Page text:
Tuesday, May 27, 2014

Unhappy employees are bad for your business

According to data compiled by Bolt Insurance, a whopping 80 percent of employees are dissatisfied with their jobs in some way. And when that dissatisfaction gets so high that employees jump ship, it can cost an average of one fifth of the employee's salary to find a replacement, not to mention the loss in productivity.
This infographic shows the industries with the highest turnover rates and what businesses can do to keep their employees more engaged in their work.

To me, beyond the monetary cost to replace an employee who has left the company, the disastrous and non-quantifiable consequences of unhappy employees are essentially a loss in productivity, a poor delivery of customer/brand experience, and ultimately a loss in the inner innovation power of the organization.

According to an analysis conducted by the Gallup Organization disengaged employees cost the American economy up to $350 billion a year due to lost productivity, because they are the lowest performing. To put it simply, if there had been engaged workers in those positions, they could have been far more productive.
Employee unhappiness can drag a company's image down. Take the example of Walmart. 
I guess it depends on the person, but I think that we can all agree that in general - perhaps with the exception of the elderly greeters - most Walmart employees don't seem particularly passionate about their jobs. I don't think I'm being unfair by saying that. Some even seem to really, really, really hate their job. I'm not judging, and I am not saying that Walmart employees should act as happy as Starbucks baristas... I can't help but wonder why they don't. Does Starbucks pay that much better than Walmart? Is serving coffee all day that much more fun than stocking or scanning stuff? Is there really that much of a difference? Is it just that working at Starbucks is cool but working at Walmart isn't? Are a person's identity and sense of self worth tied-in with the image of the company they work for? (If Starbucks is cool, then working at Starbucks makes me cool? If Walmart sucks, then working for Walmart means I suck?) Maybe, I don’t know for sure. I guess I could see a little kid wanting to grow up to be a barista: they make coffee, the coffee makes people happy, so it isn't a bad job. I don't know too many kids who would ever find working register 12 at Walmart fun or cool or rewarding.
Obviously, Walmart has an image problem, and the entire company's identity may be caught in a self-perpetuating vicious cycle of substandard customer-to-brand experiences.
Unhappy employees can turn even the best companies into "have beens". In contrast, happy employees can turn even the most average companies into worthy lovebrands.

Ask yourself: Do you feel special when you buy a cup of coffee at Starbucks? Do you feel special when you buy a BMW or an Apple computer? Do Starbucks, BMW and Apple employees play any role in that?
Do you feel special when you buy something at Walmart?

Do those companies' employees play any role in that?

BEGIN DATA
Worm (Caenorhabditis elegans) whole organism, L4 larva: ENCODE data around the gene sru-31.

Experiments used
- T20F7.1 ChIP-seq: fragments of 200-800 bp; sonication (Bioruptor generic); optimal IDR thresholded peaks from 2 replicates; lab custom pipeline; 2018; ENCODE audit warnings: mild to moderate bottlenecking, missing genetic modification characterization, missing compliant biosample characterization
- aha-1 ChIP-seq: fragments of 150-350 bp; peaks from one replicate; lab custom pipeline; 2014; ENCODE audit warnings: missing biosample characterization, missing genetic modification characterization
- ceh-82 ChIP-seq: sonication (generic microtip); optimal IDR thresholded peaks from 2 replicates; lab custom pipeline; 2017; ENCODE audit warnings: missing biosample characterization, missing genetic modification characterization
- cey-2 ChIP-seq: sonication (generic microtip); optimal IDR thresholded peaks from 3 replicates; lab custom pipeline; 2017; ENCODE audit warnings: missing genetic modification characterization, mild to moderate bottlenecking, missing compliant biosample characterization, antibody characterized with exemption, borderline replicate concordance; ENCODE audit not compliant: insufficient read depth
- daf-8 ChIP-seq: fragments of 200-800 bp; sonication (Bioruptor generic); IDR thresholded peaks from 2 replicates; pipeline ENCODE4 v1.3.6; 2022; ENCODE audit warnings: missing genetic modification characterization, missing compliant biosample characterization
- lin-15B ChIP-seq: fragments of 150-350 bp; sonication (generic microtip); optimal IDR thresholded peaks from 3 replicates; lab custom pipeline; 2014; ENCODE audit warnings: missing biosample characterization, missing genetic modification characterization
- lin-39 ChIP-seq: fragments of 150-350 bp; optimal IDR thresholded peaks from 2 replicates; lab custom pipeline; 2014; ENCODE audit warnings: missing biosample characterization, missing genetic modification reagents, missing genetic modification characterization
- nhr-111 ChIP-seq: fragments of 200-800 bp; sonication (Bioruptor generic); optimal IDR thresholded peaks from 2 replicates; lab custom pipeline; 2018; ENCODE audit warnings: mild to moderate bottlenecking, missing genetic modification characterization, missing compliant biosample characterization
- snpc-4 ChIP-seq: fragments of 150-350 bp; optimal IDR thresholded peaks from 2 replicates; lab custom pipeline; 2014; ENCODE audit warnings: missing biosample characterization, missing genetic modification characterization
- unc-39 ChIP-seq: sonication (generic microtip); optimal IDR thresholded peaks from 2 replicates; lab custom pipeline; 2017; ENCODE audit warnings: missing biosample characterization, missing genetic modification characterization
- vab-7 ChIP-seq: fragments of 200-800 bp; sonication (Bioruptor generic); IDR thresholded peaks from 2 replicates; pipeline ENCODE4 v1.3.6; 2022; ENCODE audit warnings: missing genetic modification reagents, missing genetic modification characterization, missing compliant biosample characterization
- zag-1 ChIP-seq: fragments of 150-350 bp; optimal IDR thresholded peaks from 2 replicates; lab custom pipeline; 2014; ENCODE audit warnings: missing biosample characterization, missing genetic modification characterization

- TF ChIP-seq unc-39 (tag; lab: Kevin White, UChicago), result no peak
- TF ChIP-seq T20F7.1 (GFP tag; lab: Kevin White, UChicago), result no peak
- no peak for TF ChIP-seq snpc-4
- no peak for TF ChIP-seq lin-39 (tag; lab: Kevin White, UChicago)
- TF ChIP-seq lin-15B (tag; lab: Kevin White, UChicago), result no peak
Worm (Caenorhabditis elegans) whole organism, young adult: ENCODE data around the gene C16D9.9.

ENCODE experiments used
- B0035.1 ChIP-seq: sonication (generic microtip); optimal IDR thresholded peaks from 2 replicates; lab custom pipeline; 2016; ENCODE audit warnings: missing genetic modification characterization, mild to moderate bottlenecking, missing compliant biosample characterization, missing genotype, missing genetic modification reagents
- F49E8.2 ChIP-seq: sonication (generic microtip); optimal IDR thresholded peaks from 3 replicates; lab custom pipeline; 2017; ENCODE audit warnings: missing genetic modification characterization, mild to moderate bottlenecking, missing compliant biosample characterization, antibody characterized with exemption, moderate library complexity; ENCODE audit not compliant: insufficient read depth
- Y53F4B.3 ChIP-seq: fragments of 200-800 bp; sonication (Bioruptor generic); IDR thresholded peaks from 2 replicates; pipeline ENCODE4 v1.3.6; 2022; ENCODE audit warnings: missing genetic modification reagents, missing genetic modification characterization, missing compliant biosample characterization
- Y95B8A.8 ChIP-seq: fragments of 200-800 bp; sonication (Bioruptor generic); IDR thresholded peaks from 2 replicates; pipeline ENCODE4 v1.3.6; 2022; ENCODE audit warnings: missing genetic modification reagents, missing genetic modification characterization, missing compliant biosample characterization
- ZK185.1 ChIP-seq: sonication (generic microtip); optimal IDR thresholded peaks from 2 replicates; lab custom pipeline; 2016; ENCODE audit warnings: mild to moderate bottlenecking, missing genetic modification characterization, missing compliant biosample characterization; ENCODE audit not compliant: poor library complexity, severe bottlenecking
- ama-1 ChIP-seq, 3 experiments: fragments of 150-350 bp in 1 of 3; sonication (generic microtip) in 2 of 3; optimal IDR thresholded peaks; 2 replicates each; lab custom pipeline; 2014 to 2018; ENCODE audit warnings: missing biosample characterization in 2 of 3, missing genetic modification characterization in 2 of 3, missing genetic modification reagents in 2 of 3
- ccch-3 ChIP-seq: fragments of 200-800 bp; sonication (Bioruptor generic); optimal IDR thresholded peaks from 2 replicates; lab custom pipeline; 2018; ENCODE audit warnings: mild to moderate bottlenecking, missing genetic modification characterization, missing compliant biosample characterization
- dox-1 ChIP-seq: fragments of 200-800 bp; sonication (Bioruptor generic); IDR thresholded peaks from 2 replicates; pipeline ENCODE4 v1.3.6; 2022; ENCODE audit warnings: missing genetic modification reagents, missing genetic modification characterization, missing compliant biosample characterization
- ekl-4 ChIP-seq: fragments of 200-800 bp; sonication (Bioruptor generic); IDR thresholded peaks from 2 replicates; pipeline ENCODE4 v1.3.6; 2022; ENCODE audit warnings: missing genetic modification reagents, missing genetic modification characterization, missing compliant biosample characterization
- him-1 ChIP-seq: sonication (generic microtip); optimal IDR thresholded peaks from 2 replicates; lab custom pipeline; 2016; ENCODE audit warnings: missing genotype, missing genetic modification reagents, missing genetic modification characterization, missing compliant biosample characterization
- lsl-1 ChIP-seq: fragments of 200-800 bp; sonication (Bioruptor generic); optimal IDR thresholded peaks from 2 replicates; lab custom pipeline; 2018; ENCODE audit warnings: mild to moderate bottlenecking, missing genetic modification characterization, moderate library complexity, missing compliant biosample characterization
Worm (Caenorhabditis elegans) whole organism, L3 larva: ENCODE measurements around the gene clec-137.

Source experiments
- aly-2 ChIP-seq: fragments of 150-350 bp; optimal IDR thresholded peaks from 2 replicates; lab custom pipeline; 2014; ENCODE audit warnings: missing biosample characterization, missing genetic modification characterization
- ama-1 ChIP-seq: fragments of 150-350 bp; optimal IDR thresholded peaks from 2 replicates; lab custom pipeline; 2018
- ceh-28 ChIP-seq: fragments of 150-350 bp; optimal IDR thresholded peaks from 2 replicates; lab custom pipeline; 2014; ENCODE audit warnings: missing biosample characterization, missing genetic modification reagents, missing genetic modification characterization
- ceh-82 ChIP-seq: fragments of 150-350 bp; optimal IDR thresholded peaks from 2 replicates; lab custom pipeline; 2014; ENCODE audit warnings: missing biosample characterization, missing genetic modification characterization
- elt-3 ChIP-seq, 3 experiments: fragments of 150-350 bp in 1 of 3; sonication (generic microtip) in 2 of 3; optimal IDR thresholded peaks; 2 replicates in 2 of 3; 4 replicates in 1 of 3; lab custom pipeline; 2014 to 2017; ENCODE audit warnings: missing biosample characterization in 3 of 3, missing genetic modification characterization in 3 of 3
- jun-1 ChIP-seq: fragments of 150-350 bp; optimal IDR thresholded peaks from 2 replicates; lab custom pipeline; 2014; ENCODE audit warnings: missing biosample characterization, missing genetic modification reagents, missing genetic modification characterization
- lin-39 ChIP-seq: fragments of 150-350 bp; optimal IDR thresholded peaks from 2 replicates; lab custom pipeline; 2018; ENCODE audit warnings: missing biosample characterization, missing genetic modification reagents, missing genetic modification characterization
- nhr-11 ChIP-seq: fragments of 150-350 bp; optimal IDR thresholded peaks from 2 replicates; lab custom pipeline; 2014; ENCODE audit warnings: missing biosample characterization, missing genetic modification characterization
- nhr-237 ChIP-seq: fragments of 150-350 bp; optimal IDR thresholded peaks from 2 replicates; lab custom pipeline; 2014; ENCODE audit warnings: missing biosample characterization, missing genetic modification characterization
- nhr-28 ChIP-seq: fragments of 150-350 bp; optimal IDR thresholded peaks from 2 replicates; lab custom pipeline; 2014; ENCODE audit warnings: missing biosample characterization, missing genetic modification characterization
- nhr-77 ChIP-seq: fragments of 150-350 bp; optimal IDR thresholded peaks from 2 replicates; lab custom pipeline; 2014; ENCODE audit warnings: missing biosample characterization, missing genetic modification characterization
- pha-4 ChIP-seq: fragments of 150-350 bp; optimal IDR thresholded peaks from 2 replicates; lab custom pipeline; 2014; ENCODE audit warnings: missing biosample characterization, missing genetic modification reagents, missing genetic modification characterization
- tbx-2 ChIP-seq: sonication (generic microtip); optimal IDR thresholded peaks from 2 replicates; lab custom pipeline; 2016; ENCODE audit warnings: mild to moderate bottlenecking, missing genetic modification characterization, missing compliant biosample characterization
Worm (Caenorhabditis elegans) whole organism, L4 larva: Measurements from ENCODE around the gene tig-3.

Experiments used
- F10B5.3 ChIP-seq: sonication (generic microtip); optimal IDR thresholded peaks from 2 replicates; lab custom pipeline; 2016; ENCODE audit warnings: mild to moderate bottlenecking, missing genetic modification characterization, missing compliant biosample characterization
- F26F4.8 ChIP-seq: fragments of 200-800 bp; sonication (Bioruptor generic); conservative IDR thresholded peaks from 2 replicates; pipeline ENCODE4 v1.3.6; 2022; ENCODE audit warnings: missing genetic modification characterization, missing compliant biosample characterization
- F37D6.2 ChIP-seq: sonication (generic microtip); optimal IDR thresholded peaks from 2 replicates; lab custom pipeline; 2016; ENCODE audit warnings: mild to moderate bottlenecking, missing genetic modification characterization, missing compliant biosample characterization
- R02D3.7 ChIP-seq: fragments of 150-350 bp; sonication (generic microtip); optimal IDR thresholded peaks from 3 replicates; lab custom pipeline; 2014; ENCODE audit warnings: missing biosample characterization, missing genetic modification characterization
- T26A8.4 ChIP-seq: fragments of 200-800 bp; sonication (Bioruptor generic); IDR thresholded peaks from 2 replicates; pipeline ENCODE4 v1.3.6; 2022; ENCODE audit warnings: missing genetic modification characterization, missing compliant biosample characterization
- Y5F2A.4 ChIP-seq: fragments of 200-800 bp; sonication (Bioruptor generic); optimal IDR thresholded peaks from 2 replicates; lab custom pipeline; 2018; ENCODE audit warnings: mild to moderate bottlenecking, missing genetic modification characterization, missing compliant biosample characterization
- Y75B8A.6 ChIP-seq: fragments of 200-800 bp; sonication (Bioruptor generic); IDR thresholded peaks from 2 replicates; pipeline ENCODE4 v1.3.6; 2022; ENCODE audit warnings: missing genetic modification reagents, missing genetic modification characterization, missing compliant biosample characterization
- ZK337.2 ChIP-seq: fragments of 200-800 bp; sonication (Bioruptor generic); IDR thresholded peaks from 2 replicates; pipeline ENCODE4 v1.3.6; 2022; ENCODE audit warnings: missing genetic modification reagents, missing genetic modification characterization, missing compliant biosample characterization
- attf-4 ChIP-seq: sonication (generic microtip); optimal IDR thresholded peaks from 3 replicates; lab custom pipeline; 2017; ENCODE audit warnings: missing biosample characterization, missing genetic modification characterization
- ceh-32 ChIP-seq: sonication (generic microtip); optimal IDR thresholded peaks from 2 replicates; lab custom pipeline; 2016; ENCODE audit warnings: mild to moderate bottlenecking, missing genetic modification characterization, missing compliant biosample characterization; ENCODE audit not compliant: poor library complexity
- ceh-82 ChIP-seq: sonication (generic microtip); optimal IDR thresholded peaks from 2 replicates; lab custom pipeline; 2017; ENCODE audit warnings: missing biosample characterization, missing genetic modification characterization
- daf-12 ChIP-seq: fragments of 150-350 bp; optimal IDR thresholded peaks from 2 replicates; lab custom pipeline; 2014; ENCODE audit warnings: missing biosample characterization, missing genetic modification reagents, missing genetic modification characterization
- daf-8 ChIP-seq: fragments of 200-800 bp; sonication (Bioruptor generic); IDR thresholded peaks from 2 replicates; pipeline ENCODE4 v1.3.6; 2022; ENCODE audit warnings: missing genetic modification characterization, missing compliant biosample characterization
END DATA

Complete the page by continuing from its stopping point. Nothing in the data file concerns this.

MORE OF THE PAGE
Do you think that those employees' sense of worth relative to their jobs has anything to do with how happy or unhappy they are to work there?
What can businesses do to address the problem? 
In his book Delivering Happiness, Tony Hsieh wrote about the practice of paying some employees $2,000 to quit Zappos. Though this policy may seem bizarre to some, it very likely winds up saving an organization money by preventing some of the negative outcomes mentioned above. If a very negative employee was allowed to continue acting out over a number of years, the cost to the organization in lost productivity could be much greater than $2,000.
Without being as extreme, Dave Lavinsky’s checklist to motivate employees is a very good resource.
As I
wrote in a recent blog, a more a constructive approach is an engaged and empowered workforce.

How do you motivate your team? Share your experience with us.

Monday, May 19, 2014

Marketing 3.0: lessons from the food trucks

There has been an explosion of mobile food trucks over the past decade around the country. Indianapolis has its fair share, with food trucks serving food to Super Bowl fans in February 2012.

Food trucks are an interesting case study. They were first a spin off of brick and mortar restaurants, revolutionizing the food industry by bringing food to the customers, versus bringing customers to the food like conventional restaurants.  Over the past few years, the food truck industry has embraced digital technology to take the experience to another level.

Now food trucks use Twitter and Facebook to engage their customers, informing them of their location for the day, connecting on a personal level via online technology, as well as physical contact when customers come pick up their food. In Indianapolis, you can track food trucks and follow them on Twitter @IndyFoodTruck. 

Food trucks are about business after all, but the social aspect is not to be overlooked. They are about sharing experiences with food, connecting people. What they do with FB and Twitter is an electronic version of that share.

The food truck industry is doing marketing 3.0. Marketing 3.0 is the convergence of brick and mortar business (in case of food trucks steel and tires) 1.0, using digital technology 2.0 to create a new marketing/business model 3.0.